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Giving Acetaminophen to Your Child

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by Kassir K
momandchild The doctor has prescribed a medication called acetaminophen for your child. Be sure that you read and understand the information below before giving your child this medication.

How Much Medication Do I Give?

Age
Weight
Total Dose You Need to Give Your Child
If using Children’s 80 mg tablet , you will need to give your child…
If using Junior 160 mg tablet , you will need to give your child…
2-3 years
24-35 pounds (11-16 kg)
160 mg
2 tablets
1 tablet**
4-5 years
36-47 pounds (16-21.5 kg)
240 mg
3 tablets
1 ½ tablets**
6-8 years
48-59 pounds (21.5-27 kg)
320 mg
4 tablets
2 tablets
9-10 years
60-71 pounds (27-32.5 kg)
400 mg
5 tablets
2 ½ tablets
11 years
72-95 pounds (32.5-43 kg)
480 mg
6 tablets
3 tablets
≥12 years
96+ pounds (43.5+ kg)
640 mg
n/a
4 tablets
Age
Weight
Total Dose You Need to Give Your Child
If using infant drops (80 mg/0.8ml), you will need to give your child…
If using liquid (160 mg/5ml), you will need to give your child…
0-3 months
6-11 pounds (2.7-5 kg)
40 mg
0.4 ml**
n/a
4-11 months
12-17 pounds (5-8 kg)
80 mg
0.8 ml**
½ teaspoon
(2.5 ml)**
12-23 months
18-23 pounds (8-11 kg)
120 mg
1.2 ml**
¾ teaspoon
(3.75 ml)**
2-3 years
24-35 pounds (11-16 kg)
160 mg
1.6 ml
1 teaspoon (5 ml)
4-5 years
36-47 pounds (16-21.5 kg)
240 mg
n/a
1 ½ teaspoons
(7.5 ml)
6-8 years
48-59 pounds (21.5-27 kg)
320 mg
n/a
2 teaspoons (10 ml)
9-10 years
60-71 pounds (27-32.5 kg)
400 mg
n/a
2 ½ teaspoons
(12.5 ml)
11 years
72-95 pounds (32.5-43 kg)
480 mg
n/a
3 teaspoons (15 ml)

How Should I Store This Medication?

Store the medication at room temperature (68°F-77°F [20°C-25°C]) in a place that is free from moisture and light. Make sure that the medication is locked up and not accessible to any children.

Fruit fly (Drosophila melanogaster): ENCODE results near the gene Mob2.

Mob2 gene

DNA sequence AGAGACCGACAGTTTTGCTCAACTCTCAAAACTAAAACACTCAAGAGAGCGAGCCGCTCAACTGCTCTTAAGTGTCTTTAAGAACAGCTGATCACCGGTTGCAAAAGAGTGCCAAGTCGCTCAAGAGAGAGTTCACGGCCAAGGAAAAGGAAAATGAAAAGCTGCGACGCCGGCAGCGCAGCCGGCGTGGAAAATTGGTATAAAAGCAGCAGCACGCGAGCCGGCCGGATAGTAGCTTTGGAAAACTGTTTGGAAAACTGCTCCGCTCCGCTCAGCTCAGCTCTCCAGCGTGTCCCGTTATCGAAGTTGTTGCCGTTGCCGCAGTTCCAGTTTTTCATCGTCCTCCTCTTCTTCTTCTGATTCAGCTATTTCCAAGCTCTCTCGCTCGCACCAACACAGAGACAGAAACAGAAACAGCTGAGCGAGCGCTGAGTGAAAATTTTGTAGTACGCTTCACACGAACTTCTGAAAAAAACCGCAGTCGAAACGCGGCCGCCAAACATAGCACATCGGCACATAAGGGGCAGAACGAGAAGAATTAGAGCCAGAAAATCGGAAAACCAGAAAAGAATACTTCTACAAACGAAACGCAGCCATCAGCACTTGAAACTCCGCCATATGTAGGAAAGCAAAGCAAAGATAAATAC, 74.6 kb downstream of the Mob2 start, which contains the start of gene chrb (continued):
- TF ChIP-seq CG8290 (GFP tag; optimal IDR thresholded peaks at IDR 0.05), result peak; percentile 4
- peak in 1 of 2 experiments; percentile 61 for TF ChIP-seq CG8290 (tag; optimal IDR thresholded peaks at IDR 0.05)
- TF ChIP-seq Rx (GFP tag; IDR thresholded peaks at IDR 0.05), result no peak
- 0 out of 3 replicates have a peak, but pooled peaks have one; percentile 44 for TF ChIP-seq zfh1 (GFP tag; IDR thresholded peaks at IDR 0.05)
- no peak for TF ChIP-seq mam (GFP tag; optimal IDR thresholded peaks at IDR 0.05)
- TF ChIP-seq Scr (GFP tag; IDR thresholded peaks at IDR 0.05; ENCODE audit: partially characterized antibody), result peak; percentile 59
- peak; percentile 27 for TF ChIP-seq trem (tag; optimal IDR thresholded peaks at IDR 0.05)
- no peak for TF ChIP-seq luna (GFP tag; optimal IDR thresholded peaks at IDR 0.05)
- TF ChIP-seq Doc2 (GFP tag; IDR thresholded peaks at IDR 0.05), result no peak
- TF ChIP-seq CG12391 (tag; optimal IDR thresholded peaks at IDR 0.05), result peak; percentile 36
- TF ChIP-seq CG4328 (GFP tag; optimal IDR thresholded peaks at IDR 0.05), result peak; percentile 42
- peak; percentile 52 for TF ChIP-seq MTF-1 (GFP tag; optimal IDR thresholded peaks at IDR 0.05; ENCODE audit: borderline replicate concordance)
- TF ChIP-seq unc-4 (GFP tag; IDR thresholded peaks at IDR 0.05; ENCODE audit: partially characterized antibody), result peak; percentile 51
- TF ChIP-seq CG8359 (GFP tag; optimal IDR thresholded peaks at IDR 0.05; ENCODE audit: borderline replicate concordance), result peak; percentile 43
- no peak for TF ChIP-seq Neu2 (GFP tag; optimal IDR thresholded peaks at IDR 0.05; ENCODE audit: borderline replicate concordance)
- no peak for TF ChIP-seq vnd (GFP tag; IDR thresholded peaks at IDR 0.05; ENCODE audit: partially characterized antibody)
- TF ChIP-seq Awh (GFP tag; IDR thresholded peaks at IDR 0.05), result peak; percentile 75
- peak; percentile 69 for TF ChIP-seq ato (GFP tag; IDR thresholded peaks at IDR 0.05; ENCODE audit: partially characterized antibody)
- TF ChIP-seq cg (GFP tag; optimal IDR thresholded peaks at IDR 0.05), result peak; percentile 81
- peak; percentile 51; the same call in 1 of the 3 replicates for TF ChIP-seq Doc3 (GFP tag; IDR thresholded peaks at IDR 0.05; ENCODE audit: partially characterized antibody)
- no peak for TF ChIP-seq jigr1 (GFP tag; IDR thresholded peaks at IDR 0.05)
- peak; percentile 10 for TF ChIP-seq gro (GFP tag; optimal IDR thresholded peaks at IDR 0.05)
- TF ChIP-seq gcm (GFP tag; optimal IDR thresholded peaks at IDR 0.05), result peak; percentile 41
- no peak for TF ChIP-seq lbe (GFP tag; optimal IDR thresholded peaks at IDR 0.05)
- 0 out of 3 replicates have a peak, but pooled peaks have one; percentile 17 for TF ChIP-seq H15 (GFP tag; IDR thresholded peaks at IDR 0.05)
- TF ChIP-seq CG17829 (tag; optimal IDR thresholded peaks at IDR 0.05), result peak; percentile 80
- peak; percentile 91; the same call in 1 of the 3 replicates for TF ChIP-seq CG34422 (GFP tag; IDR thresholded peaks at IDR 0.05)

When Should I Call A Doctor?

Call the doctor if your child has:
  • Signs of a more serious allergic reaction:
    • Wheezing
    • Chest tightness
    • Fever
    • Itching
    • Bad cough
    • Blue skin color
    • Convulsions
    • Swelling of face, lips, tongue, or throat
  • New or worsening stomach pain
  • Nausea
  • Vomiting
  • Jaundice , a condition marked by yellowing of the skin or eyes
  • Rash
Also, call the doctor if your child feels worse or the condition does not improve.
If you think your child may have overdosed , go to the emergency room or call your local poison control center right away.
 

RESOURCES

American Pharmacists Association Foundation
http://www.aphafoundation.org

United States Food and Drug Administration
http://www.fda.gov

 

CANADIAN RESOURCES

Canadian Pharmacists Association
http://www.pharmacists.ca

Health Canada
http://www.hc-sc.gc.ca

 

References


Acetaminophen. EBSCO DynaMed website. Available at: https://dynamed.ebscohost.com/about/about-us . Updated June 24, 2013. Accessed September 27, 2013.


Acetaminophen poisoning. EBSCO DynaMed website. Available at: https://dynamed.ebscohost.com/about/about-us . Updated February 21, 2013. Accessed September 27, 2013.


Acetaminophen oral solution. DailyMed website. Available at: http://dailymed.nlm.nih.gov/dailymed/lookup.cfm?setid=2b8a640c-6859-42b3-a5dc-7a7d2a12816c . Updated May 2013. Accessed September 27, 2013.


Children’s dosage guide. Tylenol website. Available at: http://www.tylenol.com/children/subchild . Accessed September 27, 2013.

 

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